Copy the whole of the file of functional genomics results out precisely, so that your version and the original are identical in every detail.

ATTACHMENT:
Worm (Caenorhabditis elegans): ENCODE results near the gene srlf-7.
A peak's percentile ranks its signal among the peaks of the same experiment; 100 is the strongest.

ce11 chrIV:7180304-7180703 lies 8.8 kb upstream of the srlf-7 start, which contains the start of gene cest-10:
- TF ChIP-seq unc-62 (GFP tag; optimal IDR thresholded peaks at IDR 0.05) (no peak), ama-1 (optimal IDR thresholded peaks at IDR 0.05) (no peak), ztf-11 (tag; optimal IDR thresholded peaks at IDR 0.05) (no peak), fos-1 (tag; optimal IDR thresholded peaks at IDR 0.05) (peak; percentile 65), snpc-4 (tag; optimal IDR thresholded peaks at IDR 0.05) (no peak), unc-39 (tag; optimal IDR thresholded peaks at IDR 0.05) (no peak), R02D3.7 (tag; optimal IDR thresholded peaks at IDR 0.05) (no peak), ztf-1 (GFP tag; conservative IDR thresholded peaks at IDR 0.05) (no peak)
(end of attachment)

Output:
Worm (Caenorhabditis elegans): ENCODE results near the gene srlf-7.
A peak's percentile ranks its signal among the peaks of the same experiment; 100 is the strongest.

ce11 chrIV:7180304-7180703 lies 8.8 kb upstream of the srlf-7 start, which contains the start of gene cest-10:
- TF ChIP-seq unc-62 (GFP tag; optimal IDR thresholded peaks at IDR 0.05) (no peak), ama-1 (optimal IDR thresholded peaks at IDR 0.05) (no peak), ztf-11 (tag; optimal IDR thresholded peaks at IDR 0.05) (no peak), fos-1 (tag; optimal IDR thresholded peaks at IDR 0.05) (peak; percentile 65), snpc-4 (tag; optimal IDR thresholded peaks at IDR 0.05) (no peak), unc-39 (tag; optimal IDR thresholded peaks at IDR 0.05) (no peak), R02D3.7 (tag; optimal IDR thresholded peaks at IDR 0.05) (no peak), ztf-1 (GFP tag; conservative IDR thresholded peaks at IDR 0.05) (no peak)